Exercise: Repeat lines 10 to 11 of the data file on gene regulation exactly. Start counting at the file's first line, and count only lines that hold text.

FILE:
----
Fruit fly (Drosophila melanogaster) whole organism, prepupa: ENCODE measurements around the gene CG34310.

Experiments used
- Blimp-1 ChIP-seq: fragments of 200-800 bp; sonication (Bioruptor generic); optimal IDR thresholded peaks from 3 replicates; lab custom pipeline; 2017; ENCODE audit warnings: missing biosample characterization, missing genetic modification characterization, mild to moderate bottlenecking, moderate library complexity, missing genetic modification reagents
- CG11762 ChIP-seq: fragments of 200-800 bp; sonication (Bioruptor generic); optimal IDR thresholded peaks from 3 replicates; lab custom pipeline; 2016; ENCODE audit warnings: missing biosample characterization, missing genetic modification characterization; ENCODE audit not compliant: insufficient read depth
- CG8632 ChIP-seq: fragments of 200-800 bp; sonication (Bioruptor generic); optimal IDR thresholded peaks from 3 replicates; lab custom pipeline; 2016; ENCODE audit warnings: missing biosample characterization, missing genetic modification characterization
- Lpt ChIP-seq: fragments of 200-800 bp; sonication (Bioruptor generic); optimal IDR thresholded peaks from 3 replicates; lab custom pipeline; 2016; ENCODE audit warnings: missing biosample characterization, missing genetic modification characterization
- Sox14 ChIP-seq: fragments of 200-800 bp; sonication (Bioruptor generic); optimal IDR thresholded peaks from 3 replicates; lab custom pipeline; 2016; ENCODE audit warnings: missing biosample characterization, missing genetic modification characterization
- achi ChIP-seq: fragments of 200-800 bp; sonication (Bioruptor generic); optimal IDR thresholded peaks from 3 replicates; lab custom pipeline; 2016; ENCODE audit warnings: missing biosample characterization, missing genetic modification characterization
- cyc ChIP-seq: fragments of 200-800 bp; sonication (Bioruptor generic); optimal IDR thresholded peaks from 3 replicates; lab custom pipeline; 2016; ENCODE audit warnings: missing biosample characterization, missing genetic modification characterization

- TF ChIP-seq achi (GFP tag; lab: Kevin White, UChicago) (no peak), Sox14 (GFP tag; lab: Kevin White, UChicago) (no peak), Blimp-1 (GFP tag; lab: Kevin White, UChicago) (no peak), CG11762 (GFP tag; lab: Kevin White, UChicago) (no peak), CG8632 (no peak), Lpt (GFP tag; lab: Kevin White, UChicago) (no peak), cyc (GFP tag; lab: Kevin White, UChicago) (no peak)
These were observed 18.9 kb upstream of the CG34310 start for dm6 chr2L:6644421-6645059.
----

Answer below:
- TF ChIP-seq achi (GFP tag; lab: Kevin White, UChicago) (no peak), Sox14 (GFP tag; lab: Kevin White, UChicago) (no peak), Blimp-1 (GFP tag; lab: Kevin White, UChicago) (no peak), CG11762 (GFP tag; lab: Kevin White, UChicago) (no peak), CG8632 (no peak), Lpt (GFP tag; lab: Kevin White, UChicago) (no peak), cyc (GFP tag; lab: Kevin White, UChicago) (no peak)
These were observed 18.9 kb upstream of the CG34310 start for dm6 chr2L:6644421-6645059.